Glossostigma elatinoides “Glosso” from New Zealand is one of the smallest aquarium plants (2-3 cm tall), and thus a good foreground plant. A difficult plant demanding a lot of light. Grows upwards if light is poor. Make sure larger plants do not overshadow it. When planting Glossostigma elatinoides “Glosso” in the aquarium small clumps should be placed at intervals of a few centimeters to help the plants grow together more quickly. CO2 addition and soft water promote growth significantly.
This plant should be used as a foreground plant, and only placed where there is plenty of light. When the light is not strong enough, or the plant is shaded by other plants and decor, glosso will grow vertically, becoming spindly and unattractive. For this reason, take care when placing glosso to ensure it is not shaded from the light source.
Another important factor in placing glosso is its need for a nutrient-rich substrate; iron is particularly important for this plant to thrive. Some successful growers and breeders have recommended Flora-base as a good substrate medium. ADA Aqua Soil and Power Sand are also recommended substrates. ADA Iron Bottom is an excellent iron supplement for any substrate you might choose, and the substrate should not be too coarse.
When initially purchased, glosso is potted. Remove it from the potting material, then separate it out into individual plants by snipping them apart so that each is a single set of leaves with one root. Individual plants should be spaced about 1 cm apart in areas where they will receive full light.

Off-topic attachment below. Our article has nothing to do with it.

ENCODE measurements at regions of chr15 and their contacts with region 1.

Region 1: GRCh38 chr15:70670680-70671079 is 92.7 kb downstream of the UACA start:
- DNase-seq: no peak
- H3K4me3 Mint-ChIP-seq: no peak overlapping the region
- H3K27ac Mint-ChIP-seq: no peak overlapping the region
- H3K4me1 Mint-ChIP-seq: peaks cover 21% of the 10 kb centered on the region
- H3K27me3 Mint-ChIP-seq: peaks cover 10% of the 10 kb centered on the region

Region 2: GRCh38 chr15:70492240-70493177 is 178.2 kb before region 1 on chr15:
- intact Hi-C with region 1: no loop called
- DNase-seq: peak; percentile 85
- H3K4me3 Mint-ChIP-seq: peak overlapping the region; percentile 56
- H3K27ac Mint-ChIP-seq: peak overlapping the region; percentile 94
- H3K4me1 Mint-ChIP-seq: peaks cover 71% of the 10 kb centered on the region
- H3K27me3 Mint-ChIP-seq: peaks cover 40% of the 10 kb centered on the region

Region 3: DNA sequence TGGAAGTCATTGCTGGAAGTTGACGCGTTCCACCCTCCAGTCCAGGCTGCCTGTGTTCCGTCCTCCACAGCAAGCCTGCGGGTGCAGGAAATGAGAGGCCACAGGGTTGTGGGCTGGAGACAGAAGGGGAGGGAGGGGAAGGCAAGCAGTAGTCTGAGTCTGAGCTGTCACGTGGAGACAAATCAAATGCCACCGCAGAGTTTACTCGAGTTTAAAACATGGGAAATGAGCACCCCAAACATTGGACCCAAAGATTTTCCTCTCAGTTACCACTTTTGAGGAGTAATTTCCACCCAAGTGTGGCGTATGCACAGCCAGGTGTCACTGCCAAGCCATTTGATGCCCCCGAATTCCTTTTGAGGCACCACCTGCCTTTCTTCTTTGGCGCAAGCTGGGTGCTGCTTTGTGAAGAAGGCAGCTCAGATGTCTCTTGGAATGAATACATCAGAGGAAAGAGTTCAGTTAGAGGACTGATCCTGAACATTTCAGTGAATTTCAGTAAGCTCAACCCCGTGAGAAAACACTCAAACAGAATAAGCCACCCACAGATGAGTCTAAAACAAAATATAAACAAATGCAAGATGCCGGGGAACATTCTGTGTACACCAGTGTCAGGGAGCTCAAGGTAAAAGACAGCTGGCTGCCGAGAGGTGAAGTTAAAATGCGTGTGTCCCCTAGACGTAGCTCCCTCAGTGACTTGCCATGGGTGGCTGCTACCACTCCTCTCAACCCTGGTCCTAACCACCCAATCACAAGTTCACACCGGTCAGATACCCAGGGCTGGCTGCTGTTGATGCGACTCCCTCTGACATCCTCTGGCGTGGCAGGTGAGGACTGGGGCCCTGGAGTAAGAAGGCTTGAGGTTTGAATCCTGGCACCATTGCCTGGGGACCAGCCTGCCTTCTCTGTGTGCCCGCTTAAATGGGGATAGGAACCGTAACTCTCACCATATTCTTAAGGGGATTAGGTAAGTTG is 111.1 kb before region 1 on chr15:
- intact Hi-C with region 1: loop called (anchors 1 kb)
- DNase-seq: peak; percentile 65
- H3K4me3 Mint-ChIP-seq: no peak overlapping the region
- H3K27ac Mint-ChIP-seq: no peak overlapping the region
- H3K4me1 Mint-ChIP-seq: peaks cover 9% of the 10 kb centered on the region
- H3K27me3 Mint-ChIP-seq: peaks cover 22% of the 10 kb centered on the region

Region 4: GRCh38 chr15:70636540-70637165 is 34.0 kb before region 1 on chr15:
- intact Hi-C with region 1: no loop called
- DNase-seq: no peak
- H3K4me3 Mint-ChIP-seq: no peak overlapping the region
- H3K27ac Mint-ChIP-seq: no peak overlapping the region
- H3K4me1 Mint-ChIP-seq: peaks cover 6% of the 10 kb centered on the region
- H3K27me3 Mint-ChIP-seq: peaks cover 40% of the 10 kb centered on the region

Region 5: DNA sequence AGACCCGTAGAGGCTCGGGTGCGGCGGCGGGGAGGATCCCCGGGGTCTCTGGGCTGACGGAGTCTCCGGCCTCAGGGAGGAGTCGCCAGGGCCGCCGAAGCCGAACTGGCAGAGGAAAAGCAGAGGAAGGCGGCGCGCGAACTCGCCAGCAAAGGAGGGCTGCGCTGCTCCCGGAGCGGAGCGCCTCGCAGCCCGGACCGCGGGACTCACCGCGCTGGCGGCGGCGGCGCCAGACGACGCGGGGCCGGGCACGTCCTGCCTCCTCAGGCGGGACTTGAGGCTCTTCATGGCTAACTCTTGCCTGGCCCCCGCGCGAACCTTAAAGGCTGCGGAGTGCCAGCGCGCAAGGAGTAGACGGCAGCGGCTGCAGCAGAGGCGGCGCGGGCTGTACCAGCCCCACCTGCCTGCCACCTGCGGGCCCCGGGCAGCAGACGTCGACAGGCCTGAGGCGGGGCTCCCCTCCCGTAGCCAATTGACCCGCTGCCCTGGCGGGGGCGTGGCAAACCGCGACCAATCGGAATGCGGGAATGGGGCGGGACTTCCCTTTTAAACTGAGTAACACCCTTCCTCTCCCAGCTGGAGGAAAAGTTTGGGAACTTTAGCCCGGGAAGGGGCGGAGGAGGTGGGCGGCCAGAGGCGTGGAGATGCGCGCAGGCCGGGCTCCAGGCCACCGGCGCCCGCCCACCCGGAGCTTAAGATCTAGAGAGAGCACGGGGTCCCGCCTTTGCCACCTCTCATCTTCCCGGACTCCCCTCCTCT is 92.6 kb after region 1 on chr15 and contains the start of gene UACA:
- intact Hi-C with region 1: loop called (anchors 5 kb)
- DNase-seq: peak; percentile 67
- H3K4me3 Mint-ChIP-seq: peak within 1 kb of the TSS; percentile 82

Using tweezers, place each tiny shoot deeply in the substrate taking care that no part of the root is exposed. The leaves should be just barely visible and lay right on the substrate. Some bury the entire plant, then gently wipe away enough of the substrate to just expose the leaves. It is said that it’s impossible to plant glosso too deep.
Light is the key to success with glosso, as well as a nutrient-rich substrate and the use of carbon dioxide (CO2). Without additional CO2, algae can become a competing problem, and growth will be much slower. The CO2 should be at a level of 20–30 mg/L at a minimum. The water should be soft with a slightly acidic pH.
Lighting should be at least 3 to 4 watts per gallon to ensure proper horizontal growth. If plants begin growing vertically it is an indication of too little light. Leaves turning darker generally are an indication of too little iron. Yellow leaves are also a sign of too little nutrition. Thin, slender leaves will occur when too much CO2 is present.
Just like fish, living plants do best when they are kept in an aquarium that best suits their needs. Selecting live plants that share common water conditions will minimize problems and make it easier for you to maintain and keep your aquarium in tip top shape. We want your plant to thrive and become a favorite part of your tank. Do research before purchasing and be sure to choose plants that are suitable for your aquarium so you will get the most out of your new addition.